I skipped writing yesterday because my eyes were closing as I tried to type last night. Yesterday was also a travel day, which is a guarantee for exhaustion, even when traveling without a toddler. And of course, WordPress has opted to change its entire editing process mid-trip. Hurray! Forgive any misalignment – I hope you know me better.
We flew from Athens on a short flight to Chania airport in Crete. The service on the flight was impeccable. While only a 50 minute flight, we were on a large plane with plenty of leg room and served not only a beverage but also cookies and mints. Aegean and Olympic Airlines have a special check-in lines for families (no wait), and bump you to the head of airport security screening. What’s usually our most stressful part of travel was a breeze.
Porto Veneziano, Chania, Crete
Our first stop in Chania was to see the Porto Veneziano (Venetian Port) where there are 17 dry docks dating back to 1597 when the Venetians occupied this part of Crete. Three of the original docks have been renovated and converted into a museum and cafe. We stopped to enjoy a cappuchino to offset our early start to the morning. They even made a steamed milk just for our daughter, which of course she spilled all over the stone floor.
After our coffee, we went for a leisurely walk along the harbor with the goal of finding a nice spot for lunch. The water is crystal clear despite the harbour being filled with active fishing boats and other commercial enterprise. We saw a few men fishing and others feeding the pigeons. It’s a warm and slow way of life here. Just what we’ve been looking for given the chaos of our past year.
The Maritime Museum of Chania is located on the west side of the harbor, an easy walk from the free, public parking lot. At only €3/person, it’s worth paying the fee just to gain access to the elevated view of the port and lighthouse. If you have the time, there is an indoor portion to the museum with displays explaining the history of the Venetian occupation, shipbuilding process and artifacts discovered during recent renovations.
After the Maritime Museum, we walked through the alleys of old Chania, just to make sure we didn’t miss any better lunch options. It’s cliche, but we always like “going off-road” in other countries because you can get away from the Tourist traps and see more local life. I often find this is where the photographic gems hide, too.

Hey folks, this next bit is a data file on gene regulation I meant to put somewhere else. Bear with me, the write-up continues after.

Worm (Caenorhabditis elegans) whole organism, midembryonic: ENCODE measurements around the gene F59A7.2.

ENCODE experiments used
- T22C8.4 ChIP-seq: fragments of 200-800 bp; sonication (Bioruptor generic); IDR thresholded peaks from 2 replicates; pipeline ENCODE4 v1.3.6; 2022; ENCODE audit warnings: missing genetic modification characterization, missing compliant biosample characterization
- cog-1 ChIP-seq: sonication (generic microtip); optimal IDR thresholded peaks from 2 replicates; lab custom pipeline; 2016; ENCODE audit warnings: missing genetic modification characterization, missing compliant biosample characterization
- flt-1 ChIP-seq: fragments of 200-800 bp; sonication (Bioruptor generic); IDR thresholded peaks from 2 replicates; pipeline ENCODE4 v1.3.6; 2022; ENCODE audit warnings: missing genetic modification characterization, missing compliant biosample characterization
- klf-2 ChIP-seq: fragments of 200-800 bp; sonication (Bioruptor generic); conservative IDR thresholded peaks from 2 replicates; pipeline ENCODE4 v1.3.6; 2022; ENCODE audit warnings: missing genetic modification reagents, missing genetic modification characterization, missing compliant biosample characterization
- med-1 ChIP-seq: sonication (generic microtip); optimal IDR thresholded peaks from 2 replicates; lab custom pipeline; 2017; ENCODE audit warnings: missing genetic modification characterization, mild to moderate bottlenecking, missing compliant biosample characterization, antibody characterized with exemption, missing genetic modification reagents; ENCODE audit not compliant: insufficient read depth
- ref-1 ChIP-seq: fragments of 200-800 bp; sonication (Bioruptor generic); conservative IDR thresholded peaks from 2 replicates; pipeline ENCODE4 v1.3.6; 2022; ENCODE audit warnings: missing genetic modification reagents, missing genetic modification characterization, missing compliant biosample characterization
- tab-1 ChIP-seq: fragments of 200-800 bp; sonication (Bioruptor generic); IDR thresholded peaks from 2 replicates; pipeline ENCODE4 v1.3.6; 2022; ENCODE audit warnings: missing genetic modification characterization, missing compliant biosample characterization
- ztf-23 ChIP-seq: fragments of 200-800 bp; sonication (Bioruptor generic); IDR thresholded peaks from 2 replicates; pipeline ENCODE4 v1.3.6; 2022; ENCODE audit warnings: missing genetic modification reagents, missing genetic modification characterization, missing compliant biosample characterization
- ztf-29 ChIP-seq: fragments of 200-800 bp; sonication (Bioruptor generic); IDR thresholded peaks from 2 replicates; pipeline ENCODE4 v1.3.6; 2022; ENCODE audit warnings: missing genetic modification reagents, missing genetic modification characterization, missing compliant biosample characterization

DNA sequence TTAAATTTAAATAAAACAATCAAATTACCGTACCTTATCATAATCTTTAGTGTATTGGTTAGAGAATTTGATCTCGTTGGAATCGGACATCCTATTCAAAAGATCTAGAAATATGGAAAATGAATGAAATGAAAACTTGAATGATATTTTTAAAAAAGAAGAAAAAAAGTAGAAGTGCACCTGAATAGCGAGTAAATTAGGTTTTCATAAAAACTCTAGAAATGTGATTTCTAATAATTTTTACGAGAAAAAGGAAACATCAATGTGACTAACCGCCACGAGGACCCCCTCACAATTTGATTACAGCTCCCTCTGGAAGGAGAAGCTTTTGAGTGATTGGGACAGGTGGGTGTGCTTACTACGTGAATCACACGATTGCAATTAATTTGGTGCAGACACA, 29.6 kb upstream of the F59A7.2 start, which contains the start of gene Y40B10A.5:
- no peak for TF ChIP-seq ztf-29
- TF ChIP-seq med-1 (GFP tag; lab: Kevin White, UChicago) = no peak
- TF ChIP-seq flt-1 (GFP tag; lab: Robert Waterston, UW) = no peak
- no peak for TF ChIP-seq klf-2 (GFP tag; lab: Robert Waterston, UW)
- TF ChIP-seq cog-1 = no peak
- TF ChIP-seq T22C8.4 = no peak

We’d spent the morning exploring what we wanted to see, so we knew our daughter would need to run around and let out some energy. Fortunately, along the walk from the parking lot to Porto Veneziano, there’s a small but scenic playground perfect for kids age 2-10 years.
Driving Southwest to Villa Irene in Livadia, Crete
After the playground, we packed ourselves back into our rental car for the adventurous drive to our AirBbB in Livadia, Crete. Amir has researched the drive well in advance of our trip, so he knew to expect winding, at times, trecherous roads. It’s definitely an adventure for daylight, and also requires an SUV.
The road is narrow, requiring one car to yield to another when two approach at the same time. Similar to our drive in Cornwall, England, there are many hairpin turns and near-misses involving livestock – in this case goats and sheep.
While the drive was heart-stopping, it was also breathtaking, with small moments of beauty revealing themselves with each turn. It’s most comparable to driving the Pacific Coast Highway in California, but with small villages, livestock and weathered townspeople dotting the way.
Villa Irene in Livadia, Crete
Our AirBnB was difficult to find given there are no street names or house numbers. Restaurants and homes are known only by their name, which is feasible when the villages and population are small. Our AirBnB host, Maria, had given us an address for our GPS, but unfortunately that plan failed as we rented a TomTom with our car, and she had meant Google Maps via a smart phone. We solved the problem by calling her on the phone the old fashioned way and reading aloud the limited signage and landmarks we could identify. Despite our navigational issues, we arrived without our projected one hour window, before sunset, and with time to relax.
We found Villa Irene though a simple search on AirBnB. The listing had an icon identifying it as “usually booked” – it caught my attention. At just $164/night off-season, it’s a bargain. You can check out the details here. The only negative mentioned about the place is its remote location. But, after just one day here I can say that while it is remote, that doesn’t mean there isn’t anything to do. If you want extensive shopping and nightlife, this is not it. If you want nature, amazing views and authenticity, Villa Irene is your spot.
At the risk of sounding like a promo for the place, here are a few more photos from around the property.
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